A federal investigation is needed following the deaths of four people at the Spokane County Jail since May 4, the Spokane Human Rights Commission says.
The request was sent two months after the county won a competitive federal grant to address jail overcrowding and just before the Justice Department released a report finding that in-custody deaths nationwide increased for the third straight year in 2013.
A letter sent Friday by Blaine Stum, chair of the commission, to the Justice Department’s Civil Rights Division says the deaths of John A. Everitt, Lorenzo Hayes, Scott Stevens and Tammy Sue Heinen prompt concerns “that the frequency of deaths speaks to larger, systemic issues that plague the jail system in Spokane County.”
The Human Rights Commission, which voted unanimously last week to send the letter, was prompted to act because members “felt there really wasn’t a sense of urgency,” Stum said Tuesday. “We saw these deaths just continue to pile up.”
Jail staff and county commissioners have said they are reviewing their processes and procedures following the deaths of the inmates between May 4 and July 13. Reached by text message Tuesday, Spokane County Commissioner Todd Mielke said he’d heard of the letter but hadn’t reviewed it. Mielke wrote that investigations into the deaths are ongoing.
“I find it interesting that to my knowledge, the Human Rights Commission has never asked for a briefing on the facts of any of the cases,” Mielke wrote. “Yet they cite information as if they are experts on the facts.”
Stum said he’d run into difficulty obtaining information from law enforcement on the deaths, which still are under active investigation.
Mielke said the deaths – especially that of Hayes, who died in the jail’s booking area – suggest law enforcement should screen incoming inmates to determine if they need immediate medical attention before being booked.
“But that presumes medical facilities are willing to accept the liability that comes with receiving someone who is having a medical crisis and is also acting out violently,” Mielke wrote.
John McGrath, director of the Spokane County Jail, did not respond to requests for comment.
The number of deaths at the Spokane County Jail this summer has exceeded totals for the past several years. Everitt and Hayes died just weeks before the county received notice from the MacArthur Foundation it had won a $150,000 grant that will be used to establish a better system to determine who should be in custody at the jail and who should be funneled into other criminal justice programs outlined in the so-called “Blueprint for Reform.” The county will have to report to the foundation at the end of the year in hopes of attaining even more grant dollars.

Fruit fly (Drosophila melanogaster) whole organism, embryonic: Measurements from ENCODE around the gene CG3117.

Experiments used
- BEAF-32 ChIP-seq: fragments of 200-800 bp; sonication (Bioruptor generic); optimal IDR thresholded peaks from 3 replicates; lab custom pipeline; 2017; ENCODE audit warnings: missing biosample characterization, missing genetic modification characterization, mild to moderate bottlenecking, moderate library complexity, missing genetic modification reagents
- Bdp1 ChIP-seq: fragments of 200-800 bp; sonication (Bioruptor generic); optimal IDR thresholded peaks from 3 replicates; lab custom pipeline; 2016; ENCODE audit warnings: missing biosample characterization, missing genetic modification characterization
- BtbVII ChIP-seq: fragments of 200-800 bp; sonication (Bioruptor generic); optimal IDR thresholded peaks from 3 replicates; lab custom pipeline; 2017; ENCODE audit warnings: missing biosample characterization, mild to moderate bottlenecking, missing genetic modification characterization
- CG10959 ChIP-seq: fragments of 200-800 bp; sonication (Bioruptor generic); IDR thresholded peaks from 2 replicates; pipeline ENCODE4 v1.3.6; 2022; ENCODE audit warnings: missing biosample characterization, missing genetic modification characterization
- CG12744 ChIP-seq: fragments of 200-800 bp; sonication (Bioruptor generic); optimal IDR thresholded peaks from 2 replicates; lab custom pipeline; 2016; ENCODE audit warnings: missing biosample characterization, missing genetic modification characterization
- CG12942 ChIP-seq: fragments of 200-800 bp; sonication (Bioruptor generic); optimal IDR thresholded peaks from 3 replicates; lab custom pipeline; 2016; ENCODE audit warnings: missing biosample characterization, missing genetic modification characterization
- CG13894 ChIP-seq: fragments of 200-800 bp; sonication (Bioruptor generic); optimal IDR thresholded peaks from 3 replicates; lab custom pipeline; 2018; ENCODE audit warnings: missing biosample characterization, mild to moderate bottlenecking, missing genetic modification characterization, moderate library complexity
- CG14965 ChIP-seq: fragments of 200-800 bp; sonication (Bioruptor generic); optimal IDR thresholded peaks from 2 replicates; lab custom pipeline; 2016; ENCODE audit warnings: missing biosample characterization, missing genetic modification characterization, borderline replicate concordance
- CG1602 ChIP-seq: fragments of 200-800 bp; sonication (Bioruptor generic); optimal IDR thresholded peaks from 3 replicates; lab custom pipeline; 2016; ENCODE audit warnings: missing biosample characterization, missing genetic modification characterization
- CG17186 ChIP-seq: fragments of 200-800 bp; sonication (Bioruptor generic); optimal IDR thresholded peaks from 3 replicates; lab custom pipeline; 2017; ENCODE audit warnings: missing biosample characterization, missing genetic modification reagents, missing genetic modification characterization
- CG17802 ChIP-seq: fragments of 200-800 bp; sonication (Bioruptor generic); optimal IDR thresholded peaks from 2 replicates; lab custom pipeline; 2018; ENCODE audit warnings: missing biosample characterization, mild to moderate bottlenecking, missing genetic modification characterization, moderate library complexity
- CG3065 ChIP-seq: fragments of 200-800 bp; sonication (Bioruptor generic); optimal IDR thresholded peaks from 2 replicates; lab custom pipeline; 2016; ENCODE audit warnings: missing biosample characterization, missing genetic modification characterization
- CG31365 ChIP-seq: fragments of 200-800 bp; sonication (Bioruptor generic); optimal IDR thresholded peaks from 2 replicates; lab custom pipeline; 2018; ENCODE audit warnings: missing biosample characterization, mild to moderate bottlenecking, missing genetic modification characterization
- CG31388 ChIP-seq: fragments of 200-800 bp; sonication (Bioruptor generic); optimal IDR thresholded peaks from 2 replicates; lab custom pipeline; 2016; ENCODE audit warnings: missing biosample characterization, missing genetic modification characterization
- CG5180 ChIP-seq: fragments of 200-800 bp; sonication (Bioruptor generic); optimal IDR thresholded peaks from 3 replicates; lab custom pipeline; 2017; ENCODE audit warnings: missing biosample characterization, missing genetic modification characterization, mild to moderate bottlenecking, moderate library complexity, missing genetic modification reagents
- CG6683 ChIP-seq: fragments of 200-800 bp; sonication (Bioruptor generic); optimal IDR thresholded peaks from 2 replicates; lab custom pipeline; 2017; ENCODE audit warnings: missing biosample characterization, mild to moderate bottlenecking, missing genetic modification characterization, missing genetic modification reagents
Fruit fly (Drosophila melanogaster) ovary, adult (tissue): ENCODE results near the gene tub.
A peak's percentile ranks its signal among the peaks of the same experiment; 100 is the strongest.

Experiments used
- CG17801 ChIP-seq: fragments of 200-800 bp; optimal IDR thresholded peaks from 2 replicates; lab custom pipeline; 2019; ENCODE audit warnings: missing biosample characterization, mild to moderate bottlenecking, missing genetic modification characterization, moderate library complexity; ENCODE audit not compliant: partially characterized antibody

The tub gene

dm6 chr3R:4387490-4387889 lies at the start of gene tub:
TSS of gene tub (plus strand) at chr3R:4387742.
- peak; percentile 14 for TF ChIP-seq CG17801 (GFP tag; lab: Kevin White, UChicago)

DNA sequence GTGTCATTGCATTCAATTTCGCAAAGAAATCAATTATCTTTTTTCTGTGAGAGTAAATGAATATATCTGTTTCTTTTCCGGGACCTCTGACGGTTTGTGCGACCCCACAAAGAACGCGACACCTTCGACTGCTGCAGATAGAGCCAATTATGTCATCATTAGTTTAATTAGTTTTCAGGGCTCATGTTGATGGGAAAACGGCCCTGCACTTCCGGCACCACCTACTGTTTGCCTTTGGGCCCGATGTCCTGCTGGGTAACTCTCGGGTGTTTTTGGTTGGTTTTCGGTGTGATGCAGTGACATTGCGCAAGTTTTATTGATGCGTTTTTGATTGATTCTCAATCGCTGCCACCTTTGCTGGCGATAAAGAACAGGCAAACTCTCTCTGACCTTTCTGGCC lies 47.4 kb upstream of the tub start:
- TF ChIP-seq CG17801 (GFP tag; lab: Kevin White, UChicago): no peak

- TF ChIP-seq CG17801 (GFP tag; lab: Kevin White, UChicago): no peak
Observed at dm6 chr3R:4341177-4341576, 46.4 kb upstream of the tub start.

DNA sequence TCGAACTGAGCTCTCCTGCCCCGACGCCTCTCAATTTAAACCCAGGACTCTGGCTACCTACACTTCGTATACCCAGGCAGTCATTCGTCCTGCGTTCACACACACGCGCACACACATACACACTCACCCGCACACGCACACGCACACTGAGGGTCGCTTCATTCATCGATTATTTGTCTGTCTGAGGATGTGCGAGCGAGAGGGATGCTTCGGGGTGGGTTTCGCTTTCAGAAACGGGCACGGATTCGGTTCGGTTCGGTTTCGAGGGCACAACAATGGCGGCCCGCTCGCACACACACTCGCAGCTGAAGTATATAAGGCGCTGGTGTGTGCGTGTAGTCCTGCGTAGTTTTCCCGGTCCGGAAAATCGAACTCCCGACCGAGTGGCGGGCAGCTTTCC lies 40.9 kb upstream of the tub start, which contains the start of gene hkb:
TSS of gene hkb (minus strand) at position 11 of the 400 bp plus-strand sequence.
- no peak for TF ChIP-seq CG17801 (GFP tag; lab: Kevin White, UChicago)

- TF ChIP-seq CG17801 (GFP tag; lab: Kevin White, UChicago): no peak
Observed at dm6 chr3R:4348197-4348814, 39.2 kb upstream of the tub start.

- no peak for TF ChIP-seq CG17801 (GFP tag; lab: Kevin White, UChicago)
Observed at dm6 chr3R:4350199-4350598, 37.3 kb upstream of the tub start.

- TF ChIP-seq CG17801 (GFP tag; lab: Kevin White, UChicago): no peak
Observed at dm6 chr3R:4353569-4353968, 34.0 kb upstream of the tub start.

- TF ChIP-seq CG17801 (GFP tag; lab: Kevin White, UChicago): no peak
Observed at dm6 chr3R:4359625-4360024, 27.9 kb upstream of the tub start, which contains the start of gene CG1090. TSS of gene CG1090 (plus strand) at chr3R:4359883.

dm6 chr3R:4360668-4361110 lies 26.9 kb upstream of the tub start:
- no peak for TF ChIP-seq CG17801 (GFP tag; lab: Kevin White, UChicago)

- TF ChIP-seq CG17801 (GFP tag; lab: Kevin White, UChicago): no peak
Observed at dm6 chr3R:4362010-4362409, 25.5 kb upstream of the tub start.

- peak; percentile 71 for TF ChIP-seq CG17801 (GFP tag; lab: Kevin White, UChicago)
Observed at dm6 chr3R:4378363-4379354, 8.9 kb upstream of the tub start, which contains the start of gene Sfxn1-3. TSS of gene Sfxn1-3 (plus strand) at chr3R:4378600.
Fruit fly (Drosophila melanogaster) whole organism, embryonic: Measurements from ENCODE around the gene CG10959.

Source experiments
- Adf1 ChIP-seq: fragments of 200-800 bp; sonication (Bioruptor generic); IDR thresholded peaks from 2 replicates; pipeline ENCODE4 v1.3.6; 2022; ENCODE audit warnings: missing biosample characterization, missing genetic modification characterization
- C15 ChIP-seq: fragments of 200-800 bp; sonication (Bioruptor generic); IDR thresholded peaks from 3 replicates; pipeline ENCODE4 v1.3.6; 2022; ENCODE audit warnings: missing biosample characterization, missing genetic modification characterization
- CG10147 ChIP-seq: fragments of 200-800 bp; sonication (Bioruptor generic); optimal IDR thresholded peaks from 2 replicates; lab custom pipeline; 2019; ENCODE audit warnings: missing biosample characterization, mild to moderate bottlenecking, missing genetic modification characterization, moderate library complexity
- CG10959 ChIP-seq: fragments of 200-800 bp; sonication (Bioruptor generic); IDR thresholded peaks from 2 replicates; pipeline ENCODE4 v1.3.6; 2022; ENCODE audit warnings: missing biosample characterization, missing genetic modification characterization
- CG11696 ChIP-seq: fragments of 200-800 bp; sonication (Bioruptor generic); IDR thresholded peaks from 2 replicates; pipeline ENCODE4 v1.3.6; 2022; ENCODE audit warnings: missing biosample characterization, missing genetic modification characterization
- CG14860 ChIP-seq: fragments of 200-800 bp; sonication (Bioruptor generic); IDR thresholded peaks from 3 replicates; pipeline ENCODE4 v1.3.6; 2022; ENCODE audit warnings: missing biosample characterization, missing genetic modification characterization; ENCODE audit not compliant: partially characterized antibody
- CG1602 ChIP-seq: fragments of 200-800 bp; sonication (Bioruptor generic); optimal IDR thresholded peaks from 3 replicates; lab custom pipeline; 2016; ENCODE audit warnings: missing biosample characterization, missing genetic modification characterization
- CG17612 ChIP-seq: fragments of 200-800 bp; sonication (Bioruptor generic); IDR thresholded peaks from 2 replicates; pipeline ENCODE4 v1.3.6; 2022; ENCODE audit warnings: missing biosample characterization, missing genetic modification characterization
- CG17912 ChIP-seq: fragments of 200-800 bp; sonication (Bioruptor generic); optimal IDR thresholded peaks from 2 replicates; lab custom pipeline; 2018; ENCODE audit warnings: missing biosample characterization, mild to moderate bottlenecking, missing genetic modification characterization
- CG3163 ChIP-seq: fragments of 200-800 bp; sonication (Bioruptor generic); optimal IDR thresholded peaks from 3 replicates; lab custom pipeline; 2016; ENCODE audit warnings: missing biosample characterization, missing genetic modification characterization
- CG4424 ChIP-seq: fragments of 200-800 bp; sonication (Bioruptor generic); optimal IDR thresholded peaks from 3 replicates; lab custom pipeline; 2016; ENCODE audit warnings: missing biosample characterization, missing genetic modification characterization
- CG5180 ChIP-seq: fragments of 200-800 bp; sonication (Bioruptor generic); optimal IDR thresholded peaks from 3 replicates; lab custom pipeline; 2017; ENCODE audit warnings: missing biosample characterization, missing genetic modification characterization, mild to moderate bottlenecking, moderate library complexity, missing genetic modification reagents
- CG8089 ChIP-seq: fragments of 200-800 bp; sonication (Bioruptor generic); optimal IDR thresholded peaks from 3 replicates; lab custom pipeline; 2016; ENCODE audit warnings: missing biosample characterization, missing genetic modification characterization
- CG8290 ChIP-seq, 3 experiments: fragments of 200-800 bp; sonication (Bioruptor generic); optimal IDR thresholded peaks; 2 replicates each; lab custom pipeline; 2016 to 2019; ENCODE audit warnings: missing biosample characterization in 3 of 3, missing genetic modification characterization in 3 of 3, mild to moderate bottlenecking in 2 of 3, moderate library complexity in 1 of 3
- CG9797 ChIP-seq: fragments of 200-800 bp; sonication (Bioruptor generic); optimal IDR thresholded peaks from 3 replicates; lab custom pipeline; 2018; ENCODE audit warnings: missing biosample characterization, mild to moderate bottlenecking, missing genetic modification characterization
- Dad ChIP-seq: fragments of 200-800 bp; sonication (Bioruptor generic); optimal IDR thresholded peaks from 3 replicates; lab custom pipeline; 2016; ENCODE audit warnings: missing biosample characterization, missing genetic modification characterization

A national report released Tuesday by the Justice Department indicates jail deaths aren’t an issue Spokane County is facing alone.
In 2013, in-custody deaths nationwide increased for the third straight year, according to the annual “Mortality in Local Jails and State Prisons” report, which was released Tuesday by the Bureau of Justice Statistics. Across the country, 967 inmates died in 2013, according to the report, with the most likely causes of death being suicide, heart failure and drug or alcohol intoxication.
White men in their late 40s who have been incarcerated for less than a week are the most likely group to die in custody, according to the report.
While details of the recent deaths remain under investigation, the county has released its findings in several other deaths that point to the complexities of health care in detention facilities.
Jessica Alvarado, 29, was found dead in her cell on Aug. 13, 2012. She’d told nurses during her booking on a bench warrant that she wasn’t taking any drugs, but she admitted to a cellmate that she had “swallowed a bunch of” illicit prescription pills, according to county records.
Jail nurses did not move her to a drug withdrawal monitoring section of the jail, according to reports from the Spokane County Sheriff’s Office. Alvarado’s cellmate was moved when she complained the 29-year-old was vomiting all night, keeping her awake. Within a day she had died, and an autopsy found opiates and methamphetamine in her system, according to county records.
After Alvarado’s cellmate was moved, she was checked by jail guards about every 30 minutes during regular rounds, according to records. Sometime between 11:30 p.m. and 12:03 a.m., Alvarado fell unconscious, according to incident reports. Life-saving efforts were unsuccessful.
Stum acknowledged that jails and prisons are being asked to deal with sections of the population that would be better left for mental and medical health professionals. But he said attention needs to be brought to the issue, referencing a talk he had with a female relative of Heinen, the woman who died in custody July 13.
“She felt kind of hopeless about the whole situation,” Stum said. “We felt that somebody needed to do something.”